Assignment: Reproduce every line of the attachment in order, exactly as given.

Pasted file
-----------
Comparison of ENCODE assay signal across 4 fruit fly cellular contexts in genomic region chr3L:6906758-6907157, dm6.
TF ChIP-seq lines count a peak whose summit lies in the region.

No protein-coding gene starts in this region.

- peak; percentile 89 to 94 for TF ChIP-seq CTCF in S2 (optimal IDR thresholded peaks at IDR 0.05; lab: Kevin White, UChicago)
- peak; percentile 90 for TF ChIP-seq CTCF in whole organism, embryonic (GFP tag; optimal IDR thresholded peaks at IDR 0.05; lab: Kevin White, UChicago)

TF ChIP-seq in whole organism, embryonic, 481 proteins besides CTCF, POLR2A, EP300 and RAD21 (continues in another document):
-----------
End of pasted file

Comparison of ENCODE assay signal across 4 fruit fly cellular contexts in genomic region chr3L:6906758-6907157, dm6.
TF ChIP-seq lines count a peak whose summit lies in the region.

No protein-coding gene starts in this region.

- peak; percentile 89 to 94 for TF ChIP-seq CTCF in S2 (optimal IDR thresholded peaks at IDR 0.05; lab: Kevin White, UChicago)
- peak; percentile 90 for TF ChIP-seq CTCF in whole organism, embryonic (GFP tag; optimal IDR thresholded peaks at IDR 0.05; lab: Kevin White, UChicago)

TF ChIP-seq in whole organism, embryonic, 481 proteins besides CTCF, POLR2A, EP300 and RAD21 (continues in another document):